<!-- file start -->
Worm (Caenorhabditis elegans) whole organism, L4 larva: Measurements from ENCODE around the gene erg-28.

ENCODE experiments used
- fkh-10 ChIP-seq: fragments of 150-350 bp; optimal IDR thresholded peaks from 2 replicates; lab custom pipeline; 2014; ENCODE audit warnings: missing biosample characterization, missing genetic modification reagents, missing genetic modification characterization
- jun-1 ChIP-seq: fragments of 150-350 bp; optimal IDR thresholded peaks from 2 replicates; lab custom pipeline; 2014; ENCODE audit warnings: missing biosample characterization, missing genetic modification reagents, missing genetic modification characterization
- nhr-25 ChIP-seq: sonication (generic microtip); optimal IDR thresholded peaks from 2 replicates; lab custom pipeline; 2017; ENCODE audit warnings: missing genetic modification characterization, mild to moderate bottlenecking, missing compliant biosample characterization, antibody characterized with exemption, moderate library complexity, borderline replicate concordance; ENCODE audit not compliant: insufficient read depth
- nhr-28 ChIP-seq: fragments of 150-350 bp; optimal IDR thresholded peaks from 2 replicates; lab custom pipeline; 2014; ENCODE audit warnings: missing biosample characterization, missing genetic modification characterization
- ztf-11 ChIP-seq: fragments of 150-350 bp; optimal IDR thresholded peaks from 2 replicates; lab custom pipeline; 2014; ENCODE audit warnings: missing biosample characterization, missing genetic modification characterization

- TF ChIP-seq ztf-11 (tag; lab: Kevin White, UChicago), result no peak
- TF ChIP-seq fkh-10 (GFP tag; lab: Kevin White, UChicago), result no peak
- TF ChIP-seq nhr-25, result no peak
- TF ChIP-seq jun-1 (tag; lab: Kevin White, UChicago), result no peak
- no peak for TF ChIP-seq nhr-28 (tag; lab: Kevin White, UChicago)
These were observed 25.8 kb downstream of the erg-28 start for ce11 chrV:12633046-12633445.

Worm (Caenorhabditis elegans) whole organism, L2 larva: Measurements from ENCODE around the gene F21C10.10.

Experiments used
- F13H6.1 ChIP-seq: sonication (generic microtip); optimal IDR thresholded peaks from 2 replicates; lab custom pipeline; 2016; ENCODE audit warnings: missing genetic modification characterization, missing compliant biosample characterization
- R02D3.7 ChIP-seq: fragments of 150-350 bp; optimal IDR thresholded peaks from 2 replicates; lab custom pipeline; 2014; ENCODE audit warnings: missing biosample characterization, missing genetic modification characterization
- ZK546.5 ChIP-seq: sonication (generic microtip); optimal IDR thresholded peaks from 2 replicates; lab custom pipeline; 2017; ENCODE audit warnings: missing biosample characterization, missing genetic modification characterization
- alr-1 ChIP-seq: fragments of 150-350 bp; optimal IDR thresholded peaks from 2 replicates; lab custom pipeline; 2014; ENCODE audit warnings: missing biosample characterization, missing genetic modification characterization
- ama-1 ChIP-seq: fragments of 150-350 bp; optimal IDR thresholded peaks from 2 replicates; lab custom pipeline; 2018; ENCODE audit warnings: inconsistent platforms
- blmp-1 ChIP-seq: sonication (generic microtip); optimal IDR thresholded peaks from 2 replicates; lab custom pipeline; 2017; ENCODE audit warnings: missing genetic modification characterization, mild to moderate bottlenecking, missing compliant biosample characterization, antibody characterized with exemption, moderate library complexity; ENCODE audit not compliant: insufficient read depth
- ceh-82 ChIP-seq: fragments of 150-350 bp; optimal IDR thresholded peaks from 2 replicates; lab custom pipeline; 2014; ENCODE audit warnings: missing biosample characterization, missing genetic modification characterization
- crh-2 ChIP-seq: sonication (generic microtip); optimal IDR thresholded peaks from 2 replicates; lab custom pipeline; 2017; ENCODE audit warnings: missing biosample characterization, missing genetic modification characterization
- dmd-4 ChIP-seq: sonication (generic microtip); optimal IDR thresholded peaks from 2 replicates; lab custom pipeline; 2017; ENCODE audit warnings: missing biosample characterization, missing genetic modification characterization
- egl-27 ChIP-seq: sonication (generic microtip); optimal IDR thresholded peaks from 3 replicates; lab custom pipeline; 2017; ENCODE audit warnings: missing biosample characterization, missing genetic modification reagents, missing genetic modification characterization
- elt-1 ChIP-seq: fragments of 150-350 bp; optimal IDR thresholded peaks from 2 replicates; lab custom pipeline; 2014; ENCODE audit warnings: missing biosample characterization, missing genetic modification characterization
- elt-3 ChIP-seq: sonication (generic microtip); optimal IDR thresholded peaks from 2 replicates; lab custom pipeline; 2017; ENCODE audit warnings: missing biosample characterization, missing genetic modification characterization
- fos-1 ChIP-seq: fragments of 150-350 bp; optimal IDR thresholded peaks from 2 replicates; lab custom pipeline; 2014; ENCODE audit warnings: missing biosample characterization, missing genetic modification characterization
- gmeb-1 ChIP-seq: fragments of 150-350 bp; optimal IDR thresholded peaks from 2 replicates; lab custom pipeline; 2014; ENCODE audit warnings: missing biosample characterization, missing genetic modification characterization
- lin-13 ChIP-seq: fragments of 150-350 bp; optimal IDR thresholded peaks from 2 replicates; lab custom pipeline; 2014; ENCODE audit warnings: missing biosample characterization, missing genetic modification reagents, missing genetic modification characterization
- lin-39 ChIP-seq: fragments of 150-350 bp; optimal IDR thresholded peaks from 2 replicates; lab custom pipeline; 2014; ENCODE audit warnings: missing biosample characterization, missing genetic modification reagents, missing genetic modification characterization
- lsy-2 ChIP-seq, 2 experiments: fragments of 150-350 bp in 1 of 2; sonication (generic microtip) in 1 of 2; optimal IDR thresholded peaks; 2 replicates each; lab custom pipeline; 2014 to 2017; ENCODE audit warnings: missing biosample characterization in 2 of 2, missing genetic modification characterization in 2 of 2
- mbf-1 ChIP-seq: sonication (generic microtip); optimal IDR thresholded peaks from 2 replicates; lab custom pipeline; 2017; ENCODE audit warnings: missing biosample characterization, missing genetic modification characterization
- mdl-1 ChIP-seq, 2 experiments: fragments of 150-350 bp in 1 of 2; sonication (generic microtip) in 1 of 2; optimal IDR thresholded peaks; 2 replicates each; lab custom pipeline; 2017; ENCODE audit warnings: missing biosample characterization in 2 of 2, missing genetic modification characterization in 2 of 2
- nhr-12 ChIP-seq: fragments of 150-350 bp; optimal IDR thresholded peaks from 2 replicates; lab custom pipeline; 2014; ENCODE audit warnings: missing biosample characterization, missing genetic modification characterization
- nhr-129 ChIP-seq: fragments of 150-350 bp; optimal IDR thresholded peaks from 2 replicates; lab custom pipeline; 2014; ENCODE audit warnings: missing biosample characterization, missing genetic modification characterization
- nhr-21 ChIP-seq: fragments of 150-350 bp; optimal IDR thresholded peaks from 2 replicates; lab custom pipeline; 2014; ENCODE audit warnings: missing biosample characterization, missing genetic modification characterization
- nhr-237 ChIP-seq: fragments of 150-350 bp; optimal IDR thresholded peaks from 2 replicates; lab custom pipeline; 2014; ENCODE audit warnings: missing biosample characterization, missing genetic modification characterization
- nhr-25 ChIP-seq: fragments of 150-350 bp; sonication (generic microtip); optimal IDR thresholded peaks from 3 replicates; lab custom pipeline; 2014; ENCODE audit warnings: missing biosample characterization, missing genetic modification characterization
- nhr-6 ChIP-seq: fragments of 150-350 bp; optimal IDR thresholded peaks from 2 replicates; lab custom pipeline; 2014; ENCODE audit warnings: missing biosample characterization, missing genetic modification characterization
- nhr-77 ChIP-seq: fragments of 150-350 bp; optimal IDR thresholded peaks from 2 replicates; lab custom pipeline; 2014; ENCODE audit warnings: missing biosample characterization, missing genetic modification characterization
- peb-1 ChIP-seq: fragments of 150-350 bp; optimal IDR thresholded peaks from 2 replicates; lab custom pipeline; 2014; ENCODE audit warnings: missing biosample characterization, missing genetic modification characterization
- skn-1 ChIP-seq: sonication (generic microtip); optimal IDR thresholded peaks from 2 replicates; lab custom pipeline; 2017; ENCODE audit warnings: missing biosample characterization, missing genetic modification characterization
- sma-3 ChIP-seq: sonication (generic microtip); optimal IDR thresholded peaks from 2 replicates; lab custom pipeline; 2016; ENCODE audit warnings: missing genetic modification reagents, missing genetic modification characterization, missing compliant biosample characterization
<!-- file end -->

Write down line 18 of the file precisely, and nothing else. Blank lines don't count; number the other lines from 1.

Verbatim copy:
- ZK546.5 ChIP-seq: sonication (generic microtip); optimal IDR thresholded peaks from 2 replicates; lab custom pipeline; 2017; ENCODE audit warnings: missing biosample characterization, missing genetic modification characterization